What is it that so pulls us towards the travel book? Perhaps it tugs on a similar heartstring to spending the odd sleepy afternoon window-shopping for white coastal holiday cottages we will never really be able to buy. The gentle escape offered by van Gogh’s ‘Stevedores in Arles’ is not dissimilar; as you stare into the painting you are allowed to partake in the artist’s sensory experience and to, however briefly, dissociate. The smudgy, pasty, brushstrokes of dock-water blues, marmalade oranges, and tidal greens capture a living image of place and moment that the travel writer strives for. It is by no means enough, and neither is it immersive, to simply paste into a book a photograph of one of St. Catherine’s Palace’s golden ballrooms or a skittish hovercraft flitting through the Everglades. If the reader wishes to partake in the scenes created by the travel writer, the pages should be likewise as loud and as vibrant as any of the paintings of the impressionists.
See how Patrick Leigh Fermor, travelling through Europe in the early nineteen-thirties, describes his first sip of beer in Munich’s Hofbräuhaus:
‘I squeezed in at a table full of peasants, and was soon lifting one of those masskrugs up to my lips. It was heavier than a brace of iron dumb-bells, but the blond beer inside was cool and marvellous, a brooding, cylindrical litre of Teutonic myth.’
For Leigh Fermor, the sensuous experience of tasting that first bitter sip is inextricably fused with his romantic notions regarding the region’s medieval past: the boyish excitement surrounding the ‘Teutonic myth’ is ignited by the bustling vibrancy of the moment, and that brief moment’s synthesis of feelings is drunk up by both reader and speaker alike.
Through travel writing we are ingratiated with peoples and places that are often otherwise unknowable to us. Histories and dialogues are opened up that before went unheard. When done correctly travel writing does not deal in any acts of orientalising, mythologising, or fetishization, but rather maps the writer’s relationships and experiences with place in a candid and enlightening fashion.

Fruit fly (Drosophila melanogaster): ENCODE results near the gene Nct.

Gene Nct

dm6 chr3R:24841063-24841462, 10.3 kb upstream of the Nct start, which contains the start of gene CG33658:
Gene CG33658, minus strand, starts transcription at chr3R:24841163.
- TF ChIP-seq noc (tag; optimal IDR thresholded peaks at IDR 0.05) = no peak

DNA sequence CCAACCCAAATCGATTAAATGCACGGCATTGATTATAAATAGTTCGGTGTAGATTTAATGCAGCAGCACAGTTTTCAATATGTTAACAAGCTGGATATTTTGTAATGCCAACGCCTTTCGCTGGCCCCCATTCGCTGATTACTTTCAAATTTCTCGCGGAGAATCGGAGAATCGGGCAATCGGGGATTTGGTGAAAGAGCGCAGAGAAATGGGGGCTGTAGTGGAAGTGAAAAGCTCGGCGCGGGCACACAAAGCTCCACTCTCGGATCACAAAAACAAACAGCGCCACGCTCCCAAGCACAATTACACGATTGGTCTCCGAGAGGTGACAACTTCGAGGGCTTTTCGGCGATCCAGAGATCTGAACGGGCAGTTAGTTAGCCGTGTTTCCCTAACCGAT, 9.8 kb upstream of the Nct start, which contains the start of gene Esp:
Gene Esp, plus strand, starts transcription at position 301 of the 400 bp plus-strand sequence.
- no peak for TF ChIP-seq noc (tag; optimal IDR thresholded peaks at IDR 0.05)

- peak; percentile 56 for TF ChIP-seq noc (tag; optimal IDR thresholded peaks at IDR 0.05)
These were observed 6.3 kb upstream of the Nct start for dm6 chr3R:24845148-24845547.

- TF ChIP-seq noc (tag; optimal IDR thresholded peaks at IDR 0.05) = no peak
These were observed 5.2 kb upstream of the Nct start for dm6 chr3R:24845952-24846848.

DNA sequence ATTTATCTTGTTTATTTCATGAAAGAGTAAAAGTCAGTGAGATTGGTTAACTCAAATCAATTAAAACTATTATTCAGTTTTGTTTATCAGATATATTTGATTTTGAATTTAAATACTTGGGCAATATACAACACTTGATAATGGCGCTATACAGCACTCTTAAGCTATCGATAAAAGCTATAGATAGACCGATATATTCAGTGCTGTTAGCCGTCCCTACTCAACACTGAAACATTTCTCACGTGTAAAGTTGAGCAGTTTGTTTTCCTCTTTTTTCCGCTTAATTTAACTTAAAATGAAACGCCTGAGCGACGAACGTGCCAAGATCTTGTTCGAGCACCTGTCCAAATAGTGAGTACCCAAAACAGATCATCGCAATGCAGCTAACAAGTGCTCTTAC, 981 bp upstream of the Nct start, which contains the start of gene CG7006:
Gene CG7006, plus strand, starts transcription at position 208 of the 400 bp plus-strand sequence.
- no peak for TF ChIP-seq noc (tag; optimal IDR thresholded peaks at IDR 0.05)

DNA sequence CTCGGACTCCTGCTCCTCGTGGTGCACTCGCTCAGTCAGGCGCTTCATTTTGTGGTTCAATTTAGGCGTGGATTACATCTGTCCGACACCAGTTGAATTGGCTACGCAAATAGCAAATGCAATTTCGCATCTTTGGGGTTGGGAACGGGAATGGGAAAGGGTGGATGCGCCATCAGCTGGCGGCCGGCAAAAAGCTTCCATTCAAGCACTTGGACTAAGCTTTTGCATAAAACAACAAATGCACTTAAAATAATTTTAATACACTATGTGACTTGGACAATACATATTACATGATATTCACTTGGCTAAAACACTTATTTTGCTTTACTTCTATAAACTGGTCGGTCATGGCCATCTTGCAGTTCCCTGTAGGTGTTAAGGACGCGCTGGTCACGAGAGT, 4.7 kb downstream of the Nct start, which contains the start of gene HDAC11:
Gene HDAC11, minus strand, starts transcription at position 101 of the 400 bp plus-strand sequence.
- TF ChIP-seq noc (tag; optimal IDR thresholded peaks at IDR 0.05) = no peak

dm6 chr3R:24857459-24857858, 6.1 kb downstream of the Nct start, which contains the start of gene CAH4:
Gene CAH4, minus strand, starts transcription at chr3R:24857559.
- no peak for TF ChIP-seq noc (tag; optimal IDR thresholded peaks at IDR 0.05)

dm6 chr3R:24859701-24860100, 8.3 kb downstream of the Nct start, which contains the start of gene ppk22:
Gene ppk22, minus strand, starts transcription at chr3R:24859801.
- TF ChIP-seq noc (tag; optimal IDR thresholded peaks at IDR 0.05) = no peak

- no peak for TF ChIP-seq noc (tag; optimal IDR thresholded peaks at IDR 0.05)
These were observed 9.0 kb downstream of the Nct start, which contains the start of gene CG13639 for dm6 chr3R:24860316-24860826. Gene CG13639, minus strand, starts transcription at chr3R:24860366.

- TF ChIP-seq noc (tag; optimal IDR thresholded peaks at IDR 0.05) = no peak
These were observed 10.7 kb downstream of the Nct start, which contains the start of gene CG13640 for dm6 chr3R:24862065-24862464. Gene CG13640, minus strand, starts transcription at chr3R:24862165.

This column sets out in pursuit of some of the voices that have lit up the world of travel writing with the rattling passage of the twentieth century, up to Bill Bryson, Durham University’s former chancellor and one of Britain’s best loved non-fiction writers.
My intended victims are as follows:
- Patrick Leigh Fermor – A Time of Gifts Trilogy (Rotterdam to Istanbul)
- Laurie Lee – As I Walked Out One Midsummer Morning (Spain)
- Freya Stark – The Valleys of the Assassins (Iran-Iraq)
- John Steinbeck – Travels with Charley: In Search of America (the States)
- V.S. Naipul – An Area of Darkness (India, Bombay to Kashmir)
- Che Guevara – The Motorcycle Diaries (South America)
- Maya Angelou – All God’s Children Need Travelling Shoes (Ghana)
- Bill Bryson – Notes from a Small Island (Britain)
These articles aspire not to approach the above writings as mere peeking-ins on photo albums of long-past holidays. Their intention is to examine what it is that makes us feel the need to write about our relationship to peoples and place – whether new or through a process of renegotiation – and to trace the changes travel writing as a genre saw over a century defined by such momentous change. Perhaps, too, it will succeed in inspiring the reading of some of these fantastic texts, many of which possess near indispensable cultural and socio-political relevance.
Image: Graeme Churchard on Flickr